Thursday, March 31, 2011

Breaking down the physics-chemistry divide

Chemists and physicists tend to talk different languages, including when discussing the same thing. One important parallel is the common concept of the molecular orbitals in a molecule and the energy bands in a crystal. Specifically, the Huckel method to describe electronic properties of conjugated organic molecules is identical to the tight-binding method in solid state physics.

Yet these important parallels seem to rarely be pointed out in textbooks. [One exception is a brief mention in Walter Harrison's Electronic Structure and the Properties of Solids].
Recently when I have taught solid state I have pointed out the connection and sometimes worked through the nice treatment of Huckel theory in chapter 8 of the classic book Coulson's Valence by Roy McWeeny.
Besides showing the molecule-solid connection this can illustrate a few useful things including:
  • How Bloch's theorem works in a finite system.
  • How energy bands emerge in the thermodynamic limit (see above).
  • The correspondence between bonding (anti-bonding) orbitals in a molecule and valence (conduction) bands in a crystal.
  • The potential importance of electron-electron interactions, which are completely neglected in both Huckel and tight-binding approximations. Valence bond theory takes these interactions into account.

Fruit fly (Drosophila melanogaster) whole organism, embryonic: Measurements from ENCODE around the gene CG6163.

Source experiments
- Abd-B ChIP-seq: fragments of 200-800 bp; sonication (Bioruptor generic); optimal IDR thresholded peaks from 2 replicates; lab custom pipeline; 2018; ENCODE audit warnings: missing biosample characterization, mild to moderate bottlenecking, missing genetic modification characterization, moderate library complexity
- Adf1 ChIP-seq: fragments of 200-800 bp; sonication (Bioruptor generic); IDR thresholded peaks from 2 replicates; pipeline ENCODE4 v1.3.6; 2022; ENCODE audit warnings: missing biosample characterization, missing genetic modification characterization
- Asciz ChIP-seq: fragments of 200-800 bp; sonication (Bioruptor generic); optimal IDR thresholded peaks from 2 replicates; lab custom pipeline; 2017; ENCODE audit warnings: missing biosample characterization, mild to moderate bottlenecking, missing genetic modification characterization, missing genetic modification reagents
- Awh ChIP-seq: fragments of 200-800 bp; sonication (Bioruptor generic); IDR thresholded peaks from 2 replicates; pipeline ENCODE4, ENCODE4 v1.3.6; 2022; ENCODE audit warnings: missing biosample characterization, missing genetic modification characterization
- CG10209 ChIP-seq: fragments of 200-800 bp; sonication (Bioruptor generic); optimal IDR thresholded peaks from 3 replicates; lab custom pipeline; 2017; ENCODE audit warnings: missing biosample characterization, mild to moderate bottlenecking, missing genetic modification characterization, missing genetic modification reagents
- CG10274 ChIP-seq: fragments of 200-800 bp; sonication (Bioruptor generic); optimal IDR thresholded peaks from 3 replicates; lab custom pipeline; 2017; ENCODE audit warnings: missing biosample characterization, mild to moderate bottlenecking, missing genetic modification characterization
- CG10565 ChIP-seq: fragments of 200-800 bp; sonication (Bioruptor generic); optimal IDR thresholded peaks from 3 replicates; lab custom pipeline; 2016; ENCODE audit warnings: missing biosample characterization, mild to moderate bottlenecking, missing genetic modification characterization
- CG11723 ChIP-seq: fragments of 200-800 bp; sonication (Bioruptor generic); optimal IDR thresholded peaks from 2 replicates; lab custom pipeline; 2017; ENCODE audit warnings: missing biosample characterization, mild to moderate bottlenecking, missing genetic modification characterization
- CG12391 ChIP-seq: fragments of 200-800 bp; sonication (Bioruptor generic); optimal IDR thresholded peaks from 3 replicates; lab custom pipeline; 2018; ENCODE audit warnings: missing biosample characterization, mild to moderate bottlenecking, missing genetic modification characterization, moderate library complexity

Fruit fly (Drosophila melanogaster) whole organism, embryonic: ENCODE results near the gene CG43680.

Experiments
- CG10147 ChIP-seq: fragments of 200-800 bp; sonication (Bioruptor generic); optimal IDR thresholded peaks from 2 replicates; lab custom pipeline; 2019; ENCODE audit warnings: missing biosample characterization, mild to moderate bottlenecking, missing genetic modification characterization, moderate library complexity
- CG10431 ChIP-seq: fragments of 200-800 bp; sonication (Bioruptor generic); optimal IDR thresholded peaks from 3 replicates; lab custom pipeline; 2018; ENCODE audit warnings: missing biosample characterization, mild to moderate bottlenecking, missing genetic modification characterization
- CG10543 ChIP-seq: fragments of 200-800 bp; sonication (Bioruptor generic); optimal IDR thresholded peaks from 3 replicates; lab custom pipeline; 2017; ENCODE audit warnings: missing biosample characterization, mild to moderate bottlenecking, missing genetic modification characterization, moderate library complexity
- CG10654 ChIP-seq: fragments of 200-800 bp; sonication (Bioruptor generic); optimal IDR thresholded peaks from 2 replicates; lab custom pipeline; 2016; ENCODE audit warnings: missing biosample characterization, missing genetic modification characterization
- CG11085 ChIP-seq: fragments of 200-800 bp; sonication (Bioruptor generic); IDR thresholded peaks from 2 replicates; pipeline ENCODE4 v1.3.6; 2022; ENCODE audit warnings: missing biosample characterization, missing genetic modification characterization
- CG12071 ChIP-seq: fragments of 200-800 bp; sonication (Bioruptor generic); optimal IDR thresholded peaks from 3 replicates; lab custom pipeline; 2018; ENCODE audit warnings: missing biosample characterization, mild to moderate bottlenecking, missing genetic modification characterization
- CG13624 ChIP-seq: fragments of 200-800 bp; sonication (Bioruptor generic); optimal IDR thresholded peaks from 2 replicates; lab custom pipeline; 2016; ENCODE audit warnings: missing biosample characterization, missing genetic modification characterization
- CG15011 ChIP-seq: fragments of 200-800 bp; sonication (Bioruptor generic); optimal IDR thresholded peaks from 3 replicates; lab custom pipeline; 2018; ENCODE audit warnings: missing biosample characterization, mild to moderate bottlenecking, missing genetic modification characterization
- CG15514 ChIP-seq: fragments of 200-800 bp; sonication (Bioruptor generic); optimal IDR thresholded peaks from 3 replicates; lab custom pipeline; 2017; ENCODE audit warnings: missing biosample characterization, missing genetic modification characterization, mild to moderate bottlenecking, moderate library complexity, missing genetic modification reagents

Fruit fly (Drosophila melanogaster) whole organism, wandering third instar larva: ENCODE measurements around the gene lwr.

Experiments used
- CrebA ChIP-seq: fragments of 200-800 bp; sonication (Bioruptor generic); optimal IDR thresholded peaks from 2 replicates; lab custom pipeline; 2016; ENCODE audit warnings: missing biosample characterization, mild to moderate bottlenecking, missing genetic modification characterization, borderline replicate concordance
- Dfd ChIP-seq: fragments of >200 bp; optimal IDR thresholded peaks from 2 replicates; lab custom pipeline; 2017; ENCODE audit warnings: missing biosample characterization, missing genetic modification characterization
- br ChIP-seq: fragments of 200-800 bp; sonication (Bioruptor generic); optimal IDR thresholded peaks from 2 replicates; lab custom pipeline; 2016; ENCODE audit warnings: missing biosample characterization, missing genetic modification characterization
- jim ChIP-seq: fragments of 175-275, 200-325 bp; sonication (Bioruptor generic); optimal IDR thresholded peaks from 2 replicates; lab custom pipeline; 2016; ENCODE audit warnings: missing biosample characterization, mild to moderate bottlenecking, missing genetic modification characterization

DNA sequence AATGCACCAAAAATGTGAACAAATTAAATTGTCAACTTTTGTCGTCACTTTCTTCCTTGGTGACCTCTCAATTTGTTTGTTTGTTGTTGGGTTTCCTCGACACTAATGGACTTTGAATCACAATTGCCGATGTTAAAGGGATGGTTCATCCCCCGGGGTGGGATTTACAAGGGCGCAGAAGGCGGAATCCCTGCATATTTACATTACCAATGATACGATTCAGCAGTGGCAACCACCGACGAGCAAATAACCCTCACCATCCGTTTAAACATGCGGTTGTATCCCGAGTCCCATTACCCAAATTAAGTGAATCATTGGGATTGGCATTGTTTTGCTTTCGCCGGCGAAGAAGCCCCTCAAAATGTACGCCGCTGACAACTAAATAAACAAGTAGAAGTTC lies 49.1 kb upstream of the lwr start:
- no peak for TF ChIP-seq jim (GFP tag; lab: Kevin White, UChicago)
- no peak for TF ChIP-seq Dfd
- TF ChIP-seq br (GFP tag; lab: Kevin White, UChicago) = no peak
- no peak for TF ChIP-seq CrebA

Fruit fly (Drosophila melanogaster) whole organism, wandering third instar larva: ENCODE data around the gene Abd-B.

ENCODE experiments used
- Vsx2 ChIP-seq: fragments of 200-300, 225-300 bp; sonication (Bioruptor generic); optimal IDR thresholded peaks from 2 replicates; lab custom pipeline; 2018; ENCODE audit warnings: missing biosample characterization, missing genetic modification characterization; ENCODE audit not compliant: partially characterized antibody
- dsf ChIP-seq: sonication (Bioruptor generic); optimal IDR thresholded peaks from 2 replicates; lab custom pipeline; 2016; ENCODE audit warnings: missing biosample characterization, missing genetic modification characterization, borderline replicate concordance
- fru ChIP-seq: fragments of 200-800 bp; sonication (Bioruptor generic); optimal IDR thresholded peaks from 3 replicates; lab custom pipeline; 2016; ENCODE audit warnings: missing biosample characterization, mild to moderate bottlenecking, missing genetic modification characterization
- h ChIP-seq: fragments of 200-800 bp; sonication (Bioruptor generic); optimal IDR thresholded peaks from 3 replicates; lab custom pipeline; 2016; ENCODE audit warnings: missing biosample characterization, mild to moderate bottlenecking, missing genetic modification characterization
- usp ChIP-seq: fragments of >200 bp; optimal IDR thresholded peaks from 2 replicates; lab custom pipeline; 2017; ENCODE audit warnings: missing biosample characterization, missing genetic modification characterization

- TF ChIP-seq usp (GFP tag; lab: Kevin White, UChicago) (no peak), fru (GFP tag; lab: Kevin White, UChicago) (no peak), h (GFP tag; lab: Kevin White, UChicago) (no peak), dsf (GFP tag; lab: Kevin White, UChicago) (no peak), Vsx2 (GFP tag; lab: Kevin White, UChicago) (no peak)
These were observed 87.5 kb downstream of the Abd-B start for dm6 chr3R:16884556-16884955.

Any other ideas?

Some of the above parallels are explored in more detail in a beautiful article How Chemistry and Physics meet in the Solid State by Roald Hoffmann, and in a forthcoming book chapter by Ben Powell.


  1. Nice!
    This approach gives me a lucid way to connect physicists and chemists and then lead them both into quantum approaches to understanding biochemistry and biology.

  2. Dudley Herschbach wrote an illuminating column about physics-versus-chemistry for Physics Today's April 1997 issue entitled "Chemistry: Blithe Sibling of Physics"—Charles Day

  3. I think one of the more important connections to make using Huckel/TB theory is influence of symmetry and bond connectivity on the band-structure (and correspondingly the molecular orbitals).

  4. A habitual homework problem of mine to give to my Intro to Cond Mat Students is an involved treatment of the tight-binding model for a 6 site ring e.g. benzene. They get a little dizzy at first when I present the problem in terms of chemistr/LCAO language, but then they thank me (and hopefully understand it better), by the time they are through!